In terms of size and population density, Sardinia is the second largest island in the Mediterranean Sea, but it’s also practically a mini-continent thanks to its remarkable variety of natural and human environments.
The island’s uniqueness is largely thanks to:
Many natural features that have long disappeared in other parts of the country remain unspoilt in Sardinia: remote coastlines, mountains, forests, rare animals and indigenous plants.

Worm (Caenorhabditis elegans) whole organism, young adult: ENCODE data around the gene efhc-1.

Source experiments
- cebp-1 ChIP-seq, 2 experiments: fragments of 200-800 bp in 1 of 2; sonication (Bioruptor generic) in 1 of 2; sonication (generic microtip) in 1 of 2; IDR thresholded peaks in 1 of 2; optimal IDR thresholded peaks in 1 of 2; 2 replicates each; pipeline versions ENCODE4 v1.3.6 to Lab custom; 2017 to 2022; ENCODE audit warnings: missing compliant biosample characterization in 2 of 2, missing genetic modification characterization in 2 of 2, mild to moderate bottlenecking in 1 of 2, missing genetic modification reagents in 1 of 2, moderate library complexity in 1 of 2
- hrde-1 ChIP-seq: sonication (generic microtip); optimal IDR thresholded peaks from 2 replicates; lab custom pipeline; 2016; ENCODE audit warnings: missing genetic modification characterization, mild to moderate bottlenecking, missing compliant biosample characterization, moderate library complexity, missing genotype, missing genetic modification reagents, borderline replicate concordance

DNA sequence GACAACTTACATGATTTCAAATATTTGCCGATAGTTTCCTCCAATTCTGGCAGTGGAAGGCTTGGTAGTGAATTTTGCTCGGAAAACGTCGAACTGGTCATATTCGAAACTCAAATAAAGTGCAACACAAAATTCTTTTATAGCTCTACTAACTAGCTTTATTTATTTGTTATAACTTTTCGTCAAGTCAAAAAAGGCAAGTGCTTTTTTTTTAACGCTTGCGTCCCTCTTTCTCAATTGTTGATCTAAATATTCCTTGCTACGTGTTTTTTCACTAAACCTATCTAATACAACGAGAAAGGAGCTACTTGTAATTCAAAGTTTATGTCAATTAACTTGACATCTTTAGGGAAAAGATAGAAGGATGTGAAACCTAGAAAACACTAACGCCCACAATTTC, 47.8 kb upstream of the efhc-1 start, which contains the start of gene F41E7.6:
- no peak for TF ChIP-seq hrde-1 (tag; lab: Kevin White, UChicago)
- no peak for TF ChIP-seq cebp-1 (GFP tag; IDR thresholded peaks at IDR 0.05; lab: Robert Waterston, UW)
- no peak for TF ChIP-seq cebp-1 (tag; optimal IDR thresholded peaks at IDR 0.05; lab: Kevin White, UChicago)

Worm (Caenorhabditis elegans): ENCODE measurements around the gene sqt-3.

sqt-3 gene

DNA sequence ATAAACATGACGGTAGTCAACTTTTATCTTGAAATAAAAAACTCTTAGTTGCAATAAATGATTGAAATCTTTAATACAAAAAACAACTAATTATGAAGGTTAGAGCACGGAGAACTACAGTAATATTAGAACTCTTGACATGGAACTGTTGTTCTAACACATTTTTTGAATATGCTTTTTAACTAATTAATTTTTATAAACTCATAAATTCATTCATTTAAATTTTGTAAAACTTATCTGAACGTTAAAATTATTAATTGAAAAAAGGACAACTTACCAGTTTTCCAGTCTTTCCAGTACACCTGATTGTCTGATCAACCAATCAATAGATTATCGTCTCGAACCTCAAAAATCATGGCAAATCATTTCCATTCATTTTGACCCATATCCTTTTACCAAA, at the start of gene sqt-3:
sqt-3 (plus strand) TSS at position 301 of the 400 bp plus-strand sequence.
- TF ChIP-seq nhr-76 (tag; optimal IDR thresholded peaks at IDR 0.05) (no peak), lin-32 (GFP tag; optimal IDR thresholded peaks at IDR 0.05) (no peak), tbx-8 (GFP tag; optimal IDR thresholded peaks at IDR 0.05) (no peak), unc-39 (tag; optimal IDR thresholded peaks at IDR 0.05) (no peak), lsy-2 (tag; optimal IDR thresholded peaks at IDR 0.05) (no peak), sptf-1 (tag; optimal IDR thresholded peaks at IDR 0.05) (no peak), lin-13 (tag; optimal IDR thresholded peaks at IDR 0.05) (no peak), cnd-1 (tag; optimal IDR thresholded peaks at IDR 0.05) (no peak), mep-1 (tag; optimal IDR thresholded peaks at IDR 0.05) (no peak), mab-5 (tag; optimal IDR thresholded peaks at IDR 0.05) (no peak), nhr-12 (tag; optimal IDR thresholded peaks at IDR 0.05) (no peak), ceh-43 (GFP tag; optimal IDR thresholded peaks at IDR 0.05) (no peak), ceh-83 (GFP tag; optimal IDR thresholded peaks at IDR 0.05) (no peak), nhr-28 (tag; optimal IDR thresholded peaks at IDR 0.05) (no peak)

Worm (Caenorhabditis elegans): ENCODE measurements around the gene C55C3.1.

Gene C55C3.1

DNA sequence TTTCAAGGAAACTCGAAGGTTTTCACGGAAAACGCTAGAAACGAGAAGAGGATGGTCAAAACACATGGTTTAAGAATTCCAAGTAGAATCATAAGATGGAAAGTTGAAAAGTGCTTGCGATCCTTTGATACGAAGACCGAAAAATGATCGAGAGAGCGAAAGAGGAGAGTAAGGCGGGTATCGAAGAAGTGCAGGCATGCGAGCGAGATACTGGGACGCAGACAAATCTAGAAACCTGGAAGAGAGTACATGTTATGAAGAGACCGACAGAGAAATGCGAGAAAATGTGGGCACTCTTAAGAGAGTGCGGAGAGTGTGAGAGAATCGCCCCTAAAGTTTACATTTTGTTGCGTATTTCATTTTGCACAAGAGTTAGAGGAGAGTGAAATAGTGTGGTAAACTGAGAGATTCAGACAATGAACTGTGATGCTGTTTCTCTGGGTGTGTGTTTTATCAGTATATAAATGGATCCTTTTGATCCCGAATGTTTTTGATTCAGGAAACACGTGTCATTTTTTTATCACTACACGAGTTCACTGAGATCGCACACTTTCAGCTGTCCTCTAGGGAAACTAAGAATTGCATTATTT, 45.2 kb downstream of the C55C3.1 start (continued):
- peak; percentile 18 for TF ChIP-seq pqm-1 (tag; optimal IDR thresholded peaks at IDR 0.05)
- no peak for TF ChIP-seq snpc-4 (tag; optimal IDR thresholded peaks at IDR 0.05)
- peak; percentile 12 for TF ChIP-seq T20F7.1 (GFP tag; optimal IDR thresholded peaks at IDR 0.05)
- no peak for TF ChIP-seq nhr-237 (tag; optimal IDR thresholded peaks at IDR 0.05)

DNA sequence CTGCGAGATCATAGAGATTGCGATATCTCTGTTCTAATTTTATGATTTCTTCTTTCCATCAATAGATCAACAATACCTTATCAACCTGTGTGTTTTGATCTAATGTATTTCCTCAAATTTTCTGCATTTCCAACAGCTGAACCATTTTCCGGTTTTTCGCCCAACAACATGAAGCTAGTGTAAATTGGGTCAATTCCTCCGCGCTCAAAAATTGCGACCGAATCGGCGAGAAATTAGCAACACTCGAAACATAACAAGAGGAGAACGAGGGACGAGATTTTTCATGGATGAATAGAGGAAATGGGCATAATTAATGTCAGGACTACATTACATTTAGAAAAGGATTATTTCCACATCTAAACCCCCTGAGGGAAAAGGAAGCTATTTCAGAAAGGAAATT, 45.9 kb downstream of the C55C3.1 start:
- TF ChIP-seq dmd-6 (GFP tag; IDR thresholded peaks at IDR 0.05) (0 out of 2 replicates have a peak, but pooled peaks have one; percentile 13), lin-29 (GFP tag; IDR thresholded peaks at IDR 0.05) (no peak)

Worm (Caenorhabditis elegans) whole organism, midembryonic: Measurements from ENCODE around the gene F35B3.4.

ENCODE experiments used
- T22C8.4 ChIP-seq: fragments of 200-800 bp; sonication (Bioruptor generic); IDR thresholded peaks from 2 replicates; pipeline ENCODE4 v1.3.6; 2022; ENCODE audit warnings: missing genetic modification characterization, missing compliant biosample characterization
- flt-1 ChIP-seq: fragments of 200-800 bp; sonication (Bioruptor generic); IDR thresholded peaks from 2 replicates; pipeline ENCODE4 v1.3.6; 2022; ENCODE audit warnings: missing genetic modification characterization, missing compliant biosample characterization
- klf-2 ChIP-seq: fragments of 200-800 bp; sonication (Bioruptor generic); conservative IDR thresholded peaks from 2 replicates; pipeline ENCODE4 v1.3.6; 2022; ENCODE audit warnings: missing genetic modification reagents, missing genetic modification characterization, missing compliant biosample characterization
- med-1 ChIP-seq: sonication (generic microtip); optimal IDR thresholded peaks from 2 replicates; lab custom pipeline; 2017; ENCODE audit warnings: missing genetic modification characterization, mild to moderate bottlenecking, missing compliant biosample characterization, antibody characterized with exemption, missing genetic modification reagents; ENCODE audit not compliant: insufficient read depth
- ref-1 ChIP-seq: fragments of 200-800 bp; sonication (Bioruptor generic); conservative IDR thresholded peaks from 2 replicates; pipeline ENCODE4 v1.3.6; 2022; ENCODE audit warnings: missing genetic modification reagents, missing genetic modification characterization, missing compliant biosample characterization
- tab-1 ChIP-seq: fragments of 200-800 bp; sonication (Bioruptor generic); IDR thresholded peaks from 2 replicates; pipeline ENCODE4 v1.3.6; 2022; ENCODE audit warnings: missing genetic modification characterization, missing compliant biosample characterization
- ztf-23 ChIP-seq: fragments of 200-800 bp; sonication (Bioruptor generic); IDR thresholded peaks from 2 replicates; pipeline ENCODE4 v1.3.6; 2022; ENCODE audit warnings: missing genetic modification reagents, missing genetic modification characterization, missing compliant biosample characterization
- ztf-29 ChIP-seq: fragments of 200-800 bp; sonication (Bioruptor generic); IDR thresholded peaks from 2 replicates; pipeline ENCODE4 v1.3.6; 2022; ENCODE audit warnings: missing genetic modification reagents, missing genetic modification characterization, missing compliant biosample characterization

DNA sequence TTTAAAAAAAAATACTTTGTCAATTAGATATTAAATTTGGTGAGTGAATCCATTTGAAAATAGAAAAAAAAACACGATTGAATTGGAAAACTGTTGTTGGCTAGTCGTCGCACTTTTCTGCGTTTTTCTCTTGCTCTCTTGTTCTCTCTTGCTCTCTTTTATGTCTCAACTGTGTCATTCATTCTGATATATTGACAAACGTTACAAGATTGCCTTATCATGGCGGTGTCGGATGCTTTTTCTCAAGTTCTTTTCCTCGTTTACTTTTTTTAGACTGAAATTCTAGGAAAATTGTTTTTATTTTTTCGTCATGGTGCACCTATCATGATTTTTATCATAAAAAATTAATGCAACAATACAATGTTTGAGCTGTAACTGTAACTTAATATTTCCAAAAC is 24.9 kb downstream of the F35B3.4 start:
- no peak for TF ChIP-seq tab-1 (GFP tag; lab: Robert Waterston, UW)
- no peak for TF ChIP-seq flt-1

The climate, typically Mediterranean, is mild in winter and hot in summer: the north and west of the island tend to see the most frequent rainfall, and the island as a whole sees between 200 and 230 days of full sunshine over the course of the year. The climate is also significantly influenced by the sea and the strong winds that regularly blow across the island during each of the four seasons. Woodland covers approximately 18% of the island, principally consisting of evergreen oaks and downy oaks. In the coastal areas as well as the central-eastern sector, junipers and wild olive trees are commonplace. Throughout the rest of the island there are vast expanses of lentisk, cistus and strawberry trees as well as many other wild plants that are typical of the island.